Sadhu Johnston hired as Vancouver's city manager

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      The former boy wonder of Chicago, Sadhu Johnston, has moved into the top administrative job on a permanent basis at Vancouver City Hall.

      Johnston came to Vancouver in 2009 as the deputy city manager not long after Gregor Robertson was elected mayor. Before that, Johnston was chief environmental officer to Chicago mayor Richard Daly.

      After council fired Penny Ballem as city manager last year, Johnston filled the position until a replacement was found.

      Today, the city issued a news release announcing that council had appointed Johnston after a four-month international search.

      "On behalf of Vancouver City Council, I am thrilled to announce that Sadhu Johnston is Vancouver's new city manager," Robertson said in the news release. "Sadhu has demonstrated outstanding leadership at both the local and international level and has helped drive innovation across the organization. Council believes that he has the right skillset and vision to help take Vancouver to the next level as we tackle our affordability challenges and make Vancouver an even better city to live in."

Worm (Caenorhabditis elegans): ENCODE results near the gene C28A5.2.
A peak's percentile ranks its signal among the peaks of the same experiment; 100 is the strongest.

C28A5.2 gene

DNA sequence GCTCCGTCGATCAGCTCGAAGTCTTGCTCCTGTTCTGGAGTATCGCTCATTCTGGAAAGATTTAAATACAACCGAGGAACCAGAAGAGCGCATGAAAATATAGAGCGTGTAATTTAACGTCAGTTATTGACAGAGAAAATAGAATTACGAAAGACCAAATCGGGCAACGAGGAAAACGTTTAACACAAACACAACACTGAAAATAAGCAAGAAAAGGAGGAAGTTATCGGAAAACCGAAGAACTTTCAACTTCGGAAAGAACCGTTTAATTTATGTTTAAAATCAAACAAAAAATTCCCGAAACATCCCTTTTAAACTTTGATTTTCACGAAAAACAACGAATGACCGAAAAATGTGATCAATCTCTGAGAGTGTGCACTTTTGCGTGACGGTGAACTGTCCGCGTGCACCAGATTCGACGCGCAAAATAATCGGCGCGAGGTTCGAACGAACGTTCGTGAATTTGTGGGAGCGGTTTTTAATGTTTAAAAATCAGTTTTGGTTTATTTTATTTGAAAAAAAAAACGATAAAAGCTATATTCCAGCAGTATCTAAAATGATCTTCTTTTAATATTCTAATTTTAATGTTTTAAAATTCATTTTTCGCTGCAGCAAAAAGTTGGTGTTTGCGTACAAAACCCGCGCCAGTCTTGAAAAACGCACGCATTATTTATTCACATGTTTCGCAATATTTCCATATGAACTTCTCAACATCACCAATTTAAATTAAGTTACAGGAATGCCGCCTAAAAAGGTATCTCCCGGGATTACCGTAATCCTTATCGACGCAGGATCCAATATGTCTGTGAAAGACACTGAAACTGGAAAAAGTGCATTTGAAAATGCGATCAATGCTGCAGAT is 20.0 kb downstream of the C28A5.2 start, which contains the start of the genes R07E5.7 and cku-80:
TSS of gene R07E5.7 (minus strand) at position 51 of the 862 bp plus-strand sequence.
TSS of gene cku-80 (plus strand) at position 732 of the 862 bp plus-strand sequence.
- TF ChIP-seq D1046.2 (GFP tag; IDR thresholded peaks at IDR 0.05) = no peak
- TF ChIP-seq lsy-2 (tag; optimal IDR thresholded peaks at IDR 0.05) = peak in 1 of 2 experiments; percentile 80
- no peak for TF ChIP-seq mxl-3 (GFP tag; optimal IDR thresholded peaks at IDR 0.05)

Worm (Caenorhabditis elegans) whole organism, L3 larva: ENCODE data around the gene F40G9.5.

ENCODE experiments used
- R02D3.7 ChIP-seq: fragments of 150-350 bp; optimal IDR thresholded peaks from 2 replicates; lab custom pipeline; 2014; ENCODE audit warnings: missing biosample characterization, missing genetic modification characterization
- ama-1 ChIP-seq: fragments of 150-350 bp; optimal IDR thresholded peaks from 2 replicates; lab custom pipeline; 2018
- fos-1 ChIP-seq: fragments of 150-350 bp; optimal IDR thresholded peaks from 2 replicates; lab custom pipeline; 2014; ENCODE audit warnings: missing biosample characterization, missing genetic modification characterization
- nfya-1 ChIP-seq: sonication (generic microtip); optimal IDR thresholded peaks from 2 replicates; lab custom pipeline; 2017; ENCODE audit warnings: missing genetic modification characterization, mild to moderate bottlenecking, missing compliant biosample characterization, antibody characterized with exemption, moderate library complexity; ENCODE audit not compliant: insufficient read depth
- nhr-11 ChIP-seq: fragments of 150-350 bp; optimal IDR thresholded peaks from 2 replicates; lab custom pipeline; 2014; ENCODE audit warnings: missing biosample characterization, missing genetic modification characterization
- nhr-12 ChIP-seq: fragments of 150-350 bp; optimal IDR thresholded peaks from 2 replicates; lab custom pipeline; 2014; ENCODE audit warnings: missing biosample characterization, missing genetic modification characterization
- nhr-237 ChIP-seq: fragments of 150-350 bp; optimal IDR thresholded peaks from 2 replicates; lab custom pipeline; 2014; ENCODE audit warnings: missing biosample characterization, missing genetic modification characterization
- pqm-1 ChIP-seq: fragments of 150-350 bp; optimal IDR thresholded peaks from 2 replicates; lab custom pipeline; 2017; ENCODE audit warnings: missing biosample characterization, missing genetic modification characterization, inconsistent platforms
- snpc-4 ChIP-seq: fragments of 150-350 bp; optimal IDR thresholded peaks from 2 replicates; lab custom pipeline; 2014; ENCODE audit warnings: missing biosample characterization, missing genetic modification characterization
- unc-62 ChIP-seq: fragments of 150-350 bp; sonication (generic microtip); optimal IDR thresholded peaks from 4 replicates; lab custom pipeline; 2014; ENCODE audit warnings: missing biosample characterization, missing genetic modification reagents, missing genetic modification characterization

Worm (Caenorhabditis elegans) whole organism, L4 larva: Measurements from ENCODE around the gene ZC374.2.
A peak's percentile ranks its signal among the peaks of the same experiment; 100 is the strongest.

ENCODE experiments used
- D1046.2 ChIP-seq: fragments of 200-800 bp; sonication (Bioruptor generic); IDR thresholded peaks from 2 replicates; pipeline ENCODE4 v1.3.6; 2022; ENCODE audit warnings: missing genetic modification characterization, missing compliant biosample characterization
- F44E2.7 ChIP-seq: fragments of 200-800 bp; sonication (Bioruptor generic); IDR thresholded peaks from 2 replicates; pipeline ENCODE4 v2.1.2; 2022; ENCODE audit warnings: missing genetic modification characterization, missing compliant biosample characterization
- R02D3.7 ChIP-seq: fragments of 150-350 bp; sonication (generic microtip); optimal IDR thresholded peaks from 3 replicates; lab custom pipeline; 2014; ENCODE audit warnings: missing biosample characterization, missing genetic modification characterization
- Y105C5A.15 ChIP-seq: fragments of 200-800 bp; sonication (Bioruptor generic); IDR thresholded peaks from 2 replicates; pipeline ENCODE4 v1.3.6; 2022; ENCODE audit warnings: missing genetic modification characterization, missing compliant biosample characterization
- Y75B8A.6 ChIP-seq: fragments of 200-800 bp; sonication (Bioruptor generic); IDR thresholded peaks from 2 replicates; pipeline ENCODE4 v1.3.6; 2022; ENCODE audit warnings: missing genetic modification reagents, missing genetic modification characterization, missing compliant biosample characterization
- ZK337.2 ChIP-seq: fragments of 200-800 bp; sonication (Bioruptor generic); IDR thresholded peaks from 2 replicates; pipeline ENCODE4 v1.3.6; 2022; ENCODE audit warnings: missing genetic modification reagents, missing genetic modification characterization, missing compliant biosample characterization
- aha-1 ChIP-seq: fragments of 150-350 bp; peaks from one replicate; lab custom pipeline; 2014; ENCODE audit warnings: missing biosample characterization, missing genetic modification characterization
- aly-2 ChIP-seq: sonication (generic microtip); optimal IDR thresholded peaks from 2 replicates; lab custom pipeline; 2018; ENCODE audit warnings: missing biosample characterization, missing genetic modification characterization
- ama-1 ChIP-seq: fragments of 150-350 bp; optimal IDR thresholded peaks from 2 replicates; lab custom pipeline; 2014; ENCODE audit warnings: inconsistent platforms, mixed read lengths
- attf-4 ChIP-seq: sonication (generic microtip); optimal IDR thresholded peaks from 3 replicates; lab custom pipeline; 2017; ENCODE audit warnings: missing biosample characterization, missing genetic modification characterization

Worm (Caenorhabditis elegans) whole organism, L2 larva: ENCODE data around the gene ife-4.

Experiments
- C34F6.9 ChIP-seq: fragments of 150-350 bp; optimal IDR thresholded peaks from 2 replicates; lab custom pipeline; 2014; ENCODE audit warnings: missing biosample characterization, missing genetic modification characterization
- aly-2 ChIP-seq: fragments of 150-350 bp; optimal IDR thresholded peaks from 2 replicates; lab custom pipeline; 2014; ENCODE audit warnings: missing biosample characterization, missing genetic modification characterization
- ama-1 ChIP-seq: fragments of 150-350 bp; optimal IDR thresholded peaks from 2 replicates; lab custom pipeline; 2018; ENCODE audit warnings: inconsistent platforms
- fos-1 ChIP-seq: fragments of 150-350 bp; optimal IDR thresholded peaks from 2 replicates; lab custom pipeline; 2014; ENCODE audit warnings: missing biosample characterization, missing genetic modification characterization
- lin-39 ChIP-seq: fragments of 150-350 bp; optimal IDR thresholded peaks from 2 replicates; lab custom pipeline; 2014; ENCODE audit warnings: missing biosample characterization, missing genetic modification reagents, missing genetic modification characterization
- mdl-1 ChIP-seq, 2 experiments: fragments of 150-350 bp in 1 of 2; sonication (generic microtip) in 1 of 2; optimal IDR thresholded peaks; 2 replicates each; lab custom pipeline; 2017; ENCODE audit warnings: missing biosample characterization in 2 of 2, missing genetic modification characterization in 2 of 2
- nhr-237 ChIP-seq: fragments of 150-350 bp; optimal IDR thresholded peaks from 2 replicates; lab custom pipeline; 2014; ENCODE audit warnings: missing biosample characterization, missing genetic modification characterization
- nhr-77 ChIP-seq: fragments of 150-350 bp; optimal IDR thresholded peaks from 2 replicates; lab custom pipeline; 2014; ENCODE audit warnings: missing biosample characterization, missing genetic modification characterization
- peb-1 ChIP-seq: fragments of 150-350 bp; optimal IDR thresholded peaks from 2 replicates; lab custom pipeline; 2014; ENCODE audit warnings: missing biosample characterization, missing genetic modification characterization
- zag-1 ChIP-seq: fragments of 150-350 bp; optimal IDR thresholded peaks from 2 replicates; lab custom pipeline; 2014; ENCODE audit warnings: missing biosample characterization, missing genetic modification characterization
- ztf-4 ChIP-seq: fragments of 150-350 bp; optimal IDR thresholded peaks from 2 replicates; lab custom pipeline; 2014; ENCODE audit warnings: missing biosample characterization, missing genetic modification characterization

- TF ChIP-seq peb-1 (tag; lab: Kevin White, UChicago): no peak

Johnston's ascension to city manager suggests that council plans to continue blazing forward with its greenest-city initiatives.

      Vancouver council has already endorsed the goal of having the city 100 percent reliant on renewable energy. There have also been great strides forward in adapting to climate change and in promoting more energy-efficient buildings.

      However last year, Johnston angered marijuana activists by making it clear that the city would not tolerate the annual Cannabis Day festival outside the Vancouver Art Gallery on Canada Day.

      During her tenure, Ballem was sometimes criticized for micromanaging issues and angering neighbourhood activists. Several senior staff left after she was hired.

      Others admired Ballem for her firm support of the healthy-city strategy and for recognizing the role that organizations like the Vancouver Public Library and temporary winter shelters can play in promoting a more livable city for low-income residents.